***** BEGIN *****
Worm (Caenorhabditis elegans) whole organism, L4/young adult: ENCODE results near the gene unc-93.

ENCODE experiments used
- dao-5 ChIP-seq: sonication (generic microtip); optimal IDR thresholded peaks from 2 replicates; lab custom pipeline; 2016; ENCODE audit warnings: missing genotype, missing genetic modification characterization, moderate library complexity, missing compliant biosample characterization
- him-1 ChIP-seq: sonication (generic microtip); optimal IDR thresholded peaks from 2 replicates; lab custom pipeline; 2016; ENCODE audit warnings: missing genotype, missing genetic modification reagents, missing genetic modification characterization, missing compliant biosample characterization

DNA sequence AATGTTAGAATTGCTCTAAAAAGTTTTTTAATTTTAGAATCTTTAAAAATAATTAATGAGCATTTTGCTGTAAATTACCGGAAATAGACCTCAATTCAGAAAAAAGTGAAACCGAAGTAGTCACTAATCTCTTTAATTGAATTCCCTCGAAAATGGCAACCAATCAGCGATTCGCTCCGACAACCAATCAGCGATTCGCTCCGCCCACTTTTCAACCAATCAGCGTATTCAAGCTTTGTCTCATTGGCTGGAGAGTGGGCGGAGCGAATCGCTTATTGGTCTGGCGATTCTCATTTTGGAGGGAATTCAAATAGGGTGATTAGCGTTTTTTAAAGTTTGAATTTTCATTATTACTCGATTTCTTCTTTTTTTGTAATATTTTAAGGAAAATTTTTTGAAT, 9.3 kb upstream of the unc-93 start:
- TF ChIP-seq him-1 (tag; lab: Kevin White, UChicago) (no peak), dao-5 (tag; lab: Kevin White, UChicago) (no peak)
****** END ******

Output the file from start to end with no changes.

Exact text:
Worm (Caenorhabditis elegans) whole organism, L4/young adult: ENCODE results near the gene unc-93.

ENCODE experiments used
- dao-5 ChIP-seq: sonication (generic microtip); optimal IDR thresholded peaks from 2 replicates; lab custom pipeline; 2016; ENCODE audit warnings: missing genotype, missing genetic modification characterization, moderate library complexity, missing compliant biosample characterization
- him-1 ChIP-seq: sonication (generic microtip); optimal IDR thresholded peaks from 2 replicates; lab custom pipeline; 2016; ENCODE audit warnings: missing genotype, missing genetic modification reagents, missing genetic modification characterization, missing compliant biosample characterization

DNA sequence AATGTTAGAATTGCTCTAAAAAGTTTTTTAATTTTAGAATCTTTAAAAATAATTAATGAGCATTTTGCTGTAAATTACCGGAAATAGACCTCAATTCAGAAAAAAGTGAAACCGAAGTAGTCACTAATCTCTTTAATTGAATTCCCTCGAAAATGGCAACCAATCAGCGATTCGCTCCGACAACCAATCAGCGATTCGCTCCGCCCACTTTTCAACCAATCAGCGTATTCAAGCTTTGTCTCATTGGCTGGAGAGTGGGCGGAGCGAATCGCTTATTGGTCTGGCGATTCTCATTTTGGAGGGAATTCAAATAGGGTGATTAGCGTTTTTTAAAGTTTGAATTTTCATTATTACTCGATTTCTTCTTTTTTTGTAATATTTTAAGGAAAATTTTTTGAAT, 9.3 kb upstream of the unc-93 start:
- TF ChIP-seq him-1 (tag; lab: Kevin White, UChicago) (no peak), dao-5 (tag; lab: Kevin White, UChicago) (no peak)